Some brands use a logo redesign as an opportunity to revitalize their image. In some cases, this means seeking favorable public perception after some negative PR. In addition, it can also address criticism of the brand or on the logo itself.
TGI Friday’s updated logo makes it simpler and easier to read.
- It helps customers understand any additions or changes to your existing products or services
A logo is meant to give your customers an idea of the products or services you provide upfront. Many companies change their range of offerings over time. Therefore, an updated logo can give customers a better picture of that transformation journey.
Dunkin’ Donuts rebranded to a more “beverage-led and on-the-go” brand.
Source: Dunkin’ Donuts
- It keeps the brand flexible
Some reasons behind a logo change are more practical. A brand could opt for a more adaptable version to various platforms—which is strikingly important in the age of social media. For instance, Adobe’s new logo aimed to be “as functional as possible at all sizes and across all surfaces.” The company now uses an all-red logo that looks fresh and feels more contemporary.
Adobe’s more functional and contemporary logo.
- It shows that your brand is dynamic
A revamped logo gives the impression that the brand is always willing to evolve as times change. Google does a great job at updating its logo regularly, looking fresh and new each time without making any extensive redesign.
Google regularly updates its logo while paying homage to its past.
- You have to start from scratch
A successful redesign cannot happen overnight. Apart from the costs, a logo redesign is a lengthy process involving many departments and requires careful decision-making. It also takes time to reinforce the image that you’ve already built in the public eye. There’s a risk of upsetting the visual connection audiences already have with your brand with any redesign.
Black and Decker’s new logo omits its iconic “bolt” symbol and instead uses a flatter label.
Source: Company Folders
- You have to make sure your design stands out in an already saturated market
Various factors need to be considered when creating a new logo, so it tends to take time. Along with ensuring your logo stands out from competitors, you must also decide how to work around prevailing trends while making sure your redesign is sustainable. For instance, many brands opt for a minimalist take on their logos. But does that fit your brand? How do you make sure your company stands out in a sea of minimalist branding? While simplifying your brand logo can be executed smartly, there are some instances where such a decision fell flat.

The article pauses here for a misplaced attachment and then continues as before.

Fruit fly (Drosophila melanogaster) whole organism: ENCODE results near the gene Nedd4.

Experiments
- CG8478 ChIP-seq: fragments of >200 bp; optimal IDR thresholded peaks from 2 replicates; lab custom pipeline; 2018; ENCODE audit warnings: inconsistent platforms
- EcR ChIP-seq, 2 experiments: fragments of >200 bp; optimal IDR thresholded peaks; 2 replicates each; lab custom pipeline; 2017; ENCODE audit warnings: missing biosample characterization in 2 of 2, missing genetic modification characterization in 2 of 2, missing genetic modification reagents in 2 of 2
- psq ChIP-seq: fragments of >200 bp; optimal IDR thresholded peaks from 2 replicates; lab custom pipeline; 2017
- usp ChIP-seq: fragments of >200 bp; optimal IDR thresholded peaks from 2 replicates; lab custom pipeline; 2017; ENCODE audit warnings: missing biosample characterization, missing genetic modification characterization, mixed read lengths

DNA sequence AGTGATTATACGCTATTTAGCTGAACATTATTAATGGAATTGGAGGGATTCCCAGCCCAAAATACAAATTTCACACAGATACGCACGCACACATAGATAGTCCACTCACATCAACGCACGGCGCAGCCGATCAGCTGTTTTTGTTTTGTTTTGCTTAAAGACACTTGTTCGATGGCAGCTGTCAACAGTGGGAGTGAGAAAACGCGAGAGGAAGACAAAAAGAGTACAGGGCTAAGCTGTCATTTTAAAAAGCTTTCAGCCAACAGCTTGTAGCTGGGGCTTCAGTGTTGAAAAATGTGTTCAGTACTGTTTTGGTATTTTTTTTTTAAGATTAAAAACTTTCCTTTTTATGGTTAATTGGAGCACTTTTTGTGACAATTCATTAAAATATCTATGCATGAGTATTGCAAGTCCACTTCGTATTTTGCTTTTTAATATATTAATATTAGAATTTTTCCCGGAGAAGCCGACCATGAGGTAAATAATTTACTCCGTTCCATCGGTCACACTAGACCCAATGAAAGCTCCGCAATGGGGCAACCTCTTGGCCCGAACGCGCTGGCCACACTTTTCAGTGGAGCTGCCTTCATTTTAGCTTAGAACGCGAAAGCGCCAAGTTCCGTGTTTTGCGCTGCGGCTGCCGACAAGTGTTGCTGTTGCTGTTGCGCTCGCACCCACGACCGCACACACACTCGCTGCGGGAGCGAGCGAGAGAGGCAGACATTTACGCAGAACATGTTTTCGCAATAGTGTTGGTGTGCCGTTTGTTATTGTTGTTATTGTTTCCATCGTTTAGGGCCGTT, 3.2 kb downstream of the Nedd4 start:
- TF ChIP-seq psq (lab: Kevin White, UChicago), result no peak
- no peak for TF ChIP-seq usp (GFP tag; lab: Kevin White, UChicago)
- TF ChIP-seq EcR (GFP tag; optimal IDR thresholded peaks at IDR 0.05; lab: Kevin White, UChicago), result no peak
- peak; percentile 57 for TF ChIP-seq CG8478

Petco’s redesign has been thought to be lacking in personality.
Source: Creative Bloq
- It could damage your business
Finally, brands must understand that there is such a thing as too much change in logo redesigns. Logos are essentially your brand’s badge of recognition—straying too far away from it could turn away or even lose the trust of your loyal customers. It is risky to rebrand drastically rather than refresh, so it’s important to stick to your roots when possible.
Gap’s revamped logo (left) resulted in public outrage when it was released in 2010, with some loyal customers even boycotting the brand. The brand reverted to its original logo after a week; it goes down as one of the worst rebrands of all time.
Source: CNN Money
Mozilla’s redesign of the Firefox logo faced controversy for removing its iconic “fox.”
Source: Creative Bloq
The dilemma of redesign
Redesigning something as significant as your brand logo is always a gamble. It will be a long and tedious process and could very well end up a disaster. But it could also grow your business in exponential ways. Before making a significant change, it’s a must to know and understand the possible risks. Take some notes from brands that have successfully rebranded in the past. Finally, listen to your audience. Ultimately, your logo is their most immediate connection to your brand, so give careful thought before and during redesigning your logo.
- Pros and Cons of Redesigning your Brand Logo - September 6, 2021